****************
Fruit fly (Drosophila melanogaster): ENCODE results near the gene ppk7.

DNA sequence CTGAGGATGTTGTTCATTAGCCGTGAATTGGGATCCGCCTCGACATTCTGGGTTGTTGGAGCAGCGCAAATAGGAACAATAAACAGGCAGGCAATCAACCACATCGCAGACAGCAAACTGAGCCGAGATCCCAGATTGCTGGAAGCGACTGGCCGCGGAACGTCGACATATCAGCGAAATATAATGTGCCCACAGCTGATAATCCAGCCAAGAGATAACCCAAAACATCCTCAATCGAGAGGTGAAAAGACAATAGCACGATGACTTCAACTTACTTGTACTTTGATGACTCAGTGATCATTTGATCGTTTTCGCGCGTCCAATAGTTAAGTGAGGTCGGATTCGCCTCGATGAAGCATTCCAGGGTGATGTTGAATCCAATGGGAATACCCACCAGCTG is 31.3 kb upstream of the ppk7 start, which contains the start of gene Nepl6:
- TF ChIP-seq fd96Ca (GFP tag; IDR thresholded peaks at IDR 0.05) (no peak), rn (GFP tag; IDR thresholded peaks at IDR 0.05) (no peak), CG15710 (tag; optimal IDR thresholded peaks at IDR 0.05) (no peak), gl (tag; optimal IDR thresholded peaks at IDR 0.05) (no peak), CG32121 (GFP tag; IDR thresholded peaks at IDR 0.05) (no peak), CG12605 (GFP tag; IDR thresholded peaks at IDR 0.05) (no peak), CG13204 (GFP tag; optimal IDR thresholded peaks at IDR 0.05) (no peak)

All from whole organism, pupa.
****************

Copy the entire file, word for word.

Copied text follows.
Fruit fly (Drosophila melanogaster): ENCODE results near the gene ppk7.

DNA sequence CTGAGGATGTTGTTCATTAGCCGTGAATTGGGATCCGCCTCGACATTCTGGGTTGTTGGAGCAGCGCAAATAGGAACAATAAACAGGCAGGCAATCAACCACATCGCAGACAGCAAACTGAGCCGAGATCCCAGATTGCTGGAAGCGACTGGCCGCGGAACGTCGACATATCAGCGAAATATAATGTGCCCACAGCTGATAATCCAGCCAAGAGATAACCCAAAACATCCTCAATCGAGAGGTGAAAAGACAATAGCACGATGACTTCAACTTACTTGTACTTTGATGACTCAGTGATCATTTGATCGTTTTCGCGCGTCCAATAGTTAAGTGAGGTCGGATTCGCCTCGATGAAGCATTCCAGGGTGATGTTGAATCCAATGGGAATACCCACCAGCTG is 31.3 kb upstream of the ppk7 start, which contains the start of gene Nepl6:
- TF ChIP-seq fd96Ca (GFP tag; IDR thresholded peaks at IDR 0.05) (no peak), rn (GFP tag; IDR thresholded peaks at IDR 0.05) (no peak), CG15710 (tag; optimal IDR thresholded peaks at IDR 0.05) (no peak), gl (tag; optimal IDR thresholded peaks at IDR 0.05) (no peak), CG32121 (GFP tag; IDR thresholded peaks at IDR 0.05) (no peak), CG12605 (GFP tag; IDR thresholded peaks at IDR 0.05) (no peak), CG13204 (GFP tag; optimal IDR thresholded peaks at IDR 0.05) (no peak)

All from whole organism, pupa.